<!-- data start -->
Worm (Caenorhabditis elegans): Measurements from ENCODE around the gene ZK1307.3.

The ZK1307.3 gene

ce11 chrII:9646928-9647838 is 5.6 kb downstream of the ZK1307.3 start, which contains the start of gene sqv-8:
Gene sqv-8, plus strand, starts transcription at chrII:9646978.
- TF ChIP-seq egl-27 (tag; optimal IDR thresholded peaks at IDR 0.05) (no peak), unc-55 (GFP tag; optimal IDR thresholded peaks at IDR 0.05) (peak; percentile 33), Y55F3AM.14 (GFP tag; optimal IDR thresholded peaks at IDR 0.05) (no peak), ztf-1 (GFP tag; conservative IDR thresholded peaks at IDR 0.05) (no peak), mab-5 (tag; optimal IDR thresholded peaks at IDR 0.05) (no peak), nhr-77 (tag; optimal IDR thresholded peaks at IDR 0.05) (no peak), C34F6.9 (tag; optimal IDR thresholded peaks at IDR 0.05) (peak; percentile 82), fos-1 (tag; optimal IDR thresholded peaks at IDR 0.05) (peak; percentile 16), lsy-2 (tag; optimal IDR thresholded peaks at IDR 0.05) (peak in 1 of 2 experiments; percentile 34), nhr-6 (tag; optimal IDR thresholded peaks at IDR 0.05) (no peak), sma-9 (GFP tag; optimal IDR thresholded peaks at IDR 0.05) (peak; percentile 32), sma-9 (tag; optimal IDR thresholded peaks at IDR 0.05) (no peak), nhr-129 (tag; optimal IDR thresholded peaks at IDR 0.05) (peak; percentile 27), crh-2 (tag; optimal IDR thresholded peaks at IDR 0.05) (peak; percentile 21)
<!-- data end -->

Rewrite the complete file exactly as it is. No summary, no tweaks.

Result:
Worm (Caenorhabditis elegans): Measurements from ENCODE around the gene ZK1307.3.

The ZK1307.3 gene

ce11 chrII:9646928-9647838 is 5.6 kb downstream of the ZK1307.3 start, which contains the start of gene sqv-8:
Gene sqv-8, plus strand, starts transcription at chrII:9646978.
- TF ChIP-seq egl-27 (tag; optimal IDR thresholded peaks at IDR 0.05) (no peak), unc-55 (GFP tag; optimal IDR thresholded peaks at IDR 0.05) (peak; percentile 33), Y55F3AM.14 (GFP tag; optimal IDR thresholded peaks at IDR 0.05) (no peak), ztf-1 (GFP tag; conservative IDR thresholded peaks at IDR 0.05) (no peak), mab-5 (tag; optimal IDR thresholded peaks at IDR 0.05) (no peak), nhr-77 (tag; optimal IDR thresholded peaks at IDR 0.05) (no peak), C34F6.9 (tag; optimal IDR thresholded peaks at IDR 0.05) (peak; percentile 82), fos-1 (tag; optimal IDR thresholded peaks at IDR 0.05) (peak; percentile 16), lsy-2 (tag; optimal IDR thresholded peaks at IDR 0.05) (peak in 1 of 2 experiments; percentile 34), nhr-6 (tag; optimal IDR thresholded peaks at IDR 0.05) (no peak), sma-9 (GFP tag; optimal IDR thresholded peaks at IDR 0.05) (peak; percentile 32), sma-9 (tag; optimal IDR thresholded peaks at IDR 0.05) (no peak), nhr-129 (tag; optimal IDR thresholded peaks at IDR 0.05) (peak; percentile 27), crh-2 (tag; optimal IDR thresholded peaks at IDR 0.05) (peak; percentile 21)